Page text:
Editor's Notebook: New Deal-era spirit lives on

| January 2009

  • KC Compton

  • KC Compton

Many of the memories from my childhood and youth feature community buildings or park structures or bridges and streets that came to us courtesy of a remarkable program that my parents frequently referenced: the WPA.

The WPA started its life as the Works Progress Administration, the largest agency in Franklin D. Roosevelt’s New Deal, created to provide jobs and income to the legions of unemployed Americans during the Great Depression. Later renamed the Works Projects Administration, the WPA featured a multitude of projects that built public buildings, community projects and roads, and operated large arts, theater and music projects.

I’m so grateful for that program and the Civilian Conservation Corps (CCC). The CCC kept my father employed through some very dark days, and the WPA filled our communities with sturdy structures and lasting works of art that even my grandchildren will be able to enjoy. The WPA cost more than $11 billion by the time it was complete – an enormous amount then, and not exactly peanuts these days.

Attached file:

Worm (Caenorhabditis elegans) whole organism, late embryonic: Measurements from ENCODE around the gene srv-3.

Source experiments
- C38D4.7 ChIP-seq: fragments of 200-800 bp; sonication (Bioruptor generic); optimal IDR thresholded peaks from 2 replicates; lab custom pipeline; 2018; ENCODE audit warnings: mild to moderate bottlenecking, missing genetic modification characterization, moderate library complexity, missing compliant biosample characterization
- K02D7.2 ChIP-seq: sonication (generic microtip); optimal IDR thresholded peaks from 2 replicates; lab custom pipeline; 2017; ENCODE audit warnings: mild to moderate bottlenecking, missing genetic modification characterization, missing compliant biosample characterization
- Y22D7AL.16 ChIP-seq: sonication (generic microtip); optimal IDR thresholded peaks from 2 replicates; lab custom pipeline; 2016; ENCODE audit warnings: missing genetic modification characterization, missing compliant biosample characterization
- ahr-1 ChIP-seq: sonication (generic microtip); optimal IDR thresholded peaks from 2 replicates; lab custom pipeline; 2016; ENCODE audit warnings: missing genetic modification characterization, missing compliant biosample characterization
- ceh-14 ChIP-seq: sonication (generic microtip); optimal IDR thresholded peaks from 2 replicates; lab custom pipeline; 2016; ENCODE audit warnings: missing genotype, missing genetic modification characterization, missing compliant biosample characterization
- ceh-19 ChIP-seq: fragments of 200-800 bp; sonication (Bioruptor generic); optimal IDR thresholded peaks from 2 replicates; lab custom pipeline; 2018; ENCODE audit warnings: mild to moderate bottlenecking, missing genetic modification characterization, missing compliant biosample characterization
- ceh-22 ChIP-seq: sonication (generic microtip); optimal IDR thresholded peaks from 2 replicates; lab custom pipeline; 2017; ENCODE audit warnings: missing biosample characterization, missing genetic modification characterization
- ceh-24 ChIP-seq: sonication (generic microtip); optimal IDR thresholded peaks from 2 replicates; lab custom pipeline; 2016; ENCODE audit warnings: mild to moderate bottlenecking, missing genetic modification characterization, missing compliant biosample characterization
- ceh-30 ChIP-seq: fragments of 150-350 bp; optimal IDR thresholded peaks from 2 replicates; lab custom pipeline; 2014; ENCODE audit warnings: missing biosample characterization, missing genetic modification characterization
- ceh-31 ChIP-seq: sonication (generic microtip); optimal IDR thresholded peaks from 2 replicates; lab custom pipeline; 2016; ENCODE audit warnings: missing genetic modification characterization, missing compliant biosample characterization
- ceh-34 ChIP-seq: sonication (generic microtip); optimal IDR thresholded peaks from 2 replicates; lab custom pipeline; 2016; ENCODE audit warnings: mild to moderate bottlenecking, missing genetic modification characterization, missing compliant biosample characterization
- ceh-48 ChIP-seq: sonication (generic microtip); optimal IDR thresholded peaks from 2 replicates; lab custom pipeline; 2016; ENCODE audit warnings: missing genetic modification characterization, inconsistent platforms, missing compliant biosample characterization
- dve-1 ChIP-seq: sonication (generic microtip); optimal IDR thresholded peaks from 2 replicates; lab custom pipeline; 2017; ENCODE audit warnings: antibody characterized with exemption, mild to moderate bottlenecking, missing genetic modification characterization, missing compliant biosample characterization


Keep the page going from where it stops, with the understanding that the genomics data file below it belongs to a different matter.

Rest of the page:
According to president-elect Barack Obama, a similar program soon will be implemented and millions of Americans will go to work rebuilding this country’s terribly neglected infrastructure and creating entirely new and “green” projects that will make use of environmentally friendly designs and technologies in unprecedented ways.

I know some people will badmouth and resist these projects, but I’m looking forward to seeing what we can create with sufficient political will and capital. So much in this culture seems focused on tearing down and discarding, I hope we can direct ourselves now to building something lasting and oriented toward meeting public need. Our schools, our highways and bridges, our senior centers – all need attention and the infusion of resources.

Our story on Page 2 shows that our current political and economic times have sparked an interest in these New Deal sites. I hope that in another 75 to 100 years or more, future generations of Americans will be able to look on the public works of this time with pride and appreciation.

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